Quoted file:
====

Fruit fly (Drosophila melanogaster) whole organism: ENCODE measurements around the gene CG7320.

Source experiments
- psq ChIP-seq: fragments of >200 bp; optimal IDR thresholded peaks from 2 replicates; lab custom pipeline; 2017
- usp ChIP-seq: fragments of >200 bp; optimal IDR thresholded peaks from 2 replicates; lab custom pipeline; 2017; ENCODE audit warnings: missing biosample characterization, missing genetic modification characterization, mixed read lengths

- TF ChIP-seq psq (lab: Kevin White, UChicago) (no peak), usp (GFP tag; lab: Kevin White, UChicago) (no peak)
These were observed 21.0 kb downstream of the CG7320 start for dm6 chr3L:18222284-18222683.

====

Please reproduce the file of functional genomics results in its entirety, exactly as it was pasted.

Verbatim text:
Fruit fly (Drosophila melanogaster) whole organism: ENCODE measurements around the gene CG7320.

Source experiments
- psq ChIP-seq: fragments of >200 bp; optimal IDR thresholded peaks from 2 replicates; lab custom pipeline; 2017
- usp ChIP-seq: fragments of >200 bp; optimal IDR thresholded peaks from 2 replicates; lab custom pipeline; 2017; ENCODE audit warnings: missing biosample characterization, missing genetic modification characterization, mixed read lengths

- TF ChIP-seq psq (lab: Kevin White, UChicago) (no peak), usp (GFP tag; lab: Kevin White, UChicago) (no peak)
These were observed 21.0 kb downstream of the CG7320 start for dm6 chr3L:18222284-18222683.